The charge was made by a senior Nexstar attorney in a letter sent to the Federal Communications Commission (FCC) last month, and comes as the broadcaster is at the center of an ongoing dispute over programming-related fees charged to DirecTV for the privilege of carrying its local and national channels.
In July, DirecTV was forced to pull around 160 local channels owned by Nexstar after the two sides failed to reach a new carriage deal. DirecTV said Nexstar wanted more money for the channels; Nexstar did not dispute this, saying it was only demanding what it felt was fair.
Things escalated a few weeks later when Nexstar demanded DirecTV stop streaming CW Network programming offered by Sinclair Broadcast Group-owned affiliates. DirecTV ultimately complied with the request.
The situation involving the CW Network affiliates became public knowledge when DirecTV sent the FCC a letter about it. The letter was filed in a public docket concerning whether the FCC should re-classify some streaming cable replacements as “multi-video programming distributors,” or MVPDs, which would require those services to negotiate directly with broadcasters like Nexstar for programming rights.
The same week DirecTV sent its letter, Nexstar’s Senior Vice President and Associate General Counsel Mark Boyes filed a response, saying DirecTV’s complaint was an “abuse of process” that had nothing to do with what the FCC was investigation. Boyes also said DirecTV’s complaint “mischaracterized the circumstances around its unlawful carriage of CW programming on its streaming platform.”
Nexstar acquired a 75 percent stake in the CW last October, giving it majority ownership and control of the broadcast network. Boyes says DirecTV’s agreement to distribute CW Network programming expired one month later, but the company continued offering CW Network shows and live sports through its streaming service for months without an agreement in place.
“As a sophisticated industry participant, DirecTV knew that Sinclair could not authorize it to stream CW programs in the absence of a CW Network agreement,” Boyes wrote. “Nonetheless, DirecTV Stream continued to stream CW programming without the appropriate copyright license for the next eight months, until the CW became aware of the infringement and took steps to cause it to stop, as is its legal right.”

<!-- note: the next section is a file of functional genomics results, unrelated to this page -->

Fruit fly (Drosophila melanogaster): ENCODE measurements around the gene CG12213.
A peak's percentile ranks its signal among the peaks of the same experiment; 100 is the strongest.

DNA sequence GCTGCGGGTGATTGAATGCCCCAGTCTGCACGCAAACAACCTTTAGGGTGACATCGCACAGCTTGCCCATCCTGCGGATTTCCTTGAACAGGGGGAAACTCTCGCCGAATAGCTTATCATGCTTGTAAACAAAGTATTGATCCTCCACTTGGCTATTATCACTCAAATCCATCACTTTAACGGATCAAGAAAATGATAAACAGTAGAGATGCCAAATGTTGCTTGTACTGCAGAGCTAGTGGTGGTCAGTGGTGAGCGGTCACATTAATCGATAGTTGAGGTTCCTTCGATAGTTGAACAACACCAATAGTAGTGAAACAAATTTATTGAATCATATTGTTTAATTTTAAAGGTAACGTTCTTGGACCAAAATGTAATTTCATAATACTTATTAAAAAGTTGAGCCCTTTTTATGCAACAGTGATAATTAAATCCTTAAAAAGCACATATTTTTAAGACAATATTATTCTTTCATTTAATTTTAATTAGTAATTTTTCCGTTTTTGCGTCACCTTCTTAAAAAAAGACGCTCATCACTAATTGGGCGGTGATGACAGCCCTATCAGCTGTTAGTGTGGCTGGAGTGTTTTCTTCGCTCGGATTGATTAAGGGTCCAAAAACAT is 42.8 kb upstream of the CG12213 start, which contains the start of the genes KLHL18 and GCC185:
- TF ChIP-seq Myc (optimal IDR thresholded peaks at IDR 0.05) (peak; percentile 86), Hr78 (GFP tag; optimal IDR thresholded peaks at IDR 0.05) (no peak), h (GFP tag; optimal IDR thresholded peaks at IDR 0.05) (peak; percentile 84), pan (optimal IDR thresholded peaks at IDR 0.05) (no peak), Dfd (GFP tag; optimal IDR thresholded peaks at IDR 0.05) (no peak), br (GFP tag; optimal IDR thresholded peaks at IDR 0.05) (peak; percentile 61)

Boyes hinted Nexstar may take DirecTV to court over the alleged copyright infringement, saying “any remedies related to DirecTV’s infringement would need to be addressed in the appropriate judicial venue.”
“DirecTV is not the wronged party here — it is the lawbreaker,” Boyes concluded.
Document: Read Nexstar’s letter to the FCC (PDF download)
When asked about the letter, a DirecTV spokesperson told The Desk that it had a legal agreement in place to offer CW Network programming well before Nexstar acquired its stake in the network, and denied any accusations of copyright infringement.
“As we stated in the letter, Nexstar’s behavior underscores the widely adopted position that the [FCC] should not extend the retransmission consent regime to online providers,” the DirecTV spokesperson said. “DirecTV was carrying those CW [affiliates] through our valid agreement with that station group, an agreement that pre-dated Nexstar’s acquisition of the national CW network.”
It wasn’t immediately clear if Nexstar intended to take legal action against DirecTV over its purported copyright infringement. Nexstar’s senior communications executive, Gary Weitman, does not return messages from The Desk seeking comment.
The two sides are already locked in a legal battle over Nexstar’s operational control of television stations owned by other companies. In March, DirecTV filed an antitrust lawsuit alleging Nexstar’s shared services agreements with Mission Broadcasting and White Knight Broadcasting allowed it to sidestep federal rules that limit one company’s ability to “reach” more than 38 percent of the American television viewing audience at one time.
Earlier this month, DirecTV told The Desk it opposed efforts by Mission Broadcasting to buy a low-rated, family-owned television station in Detroit, restating many of the concerns it made in its lawsuit against Nexstar.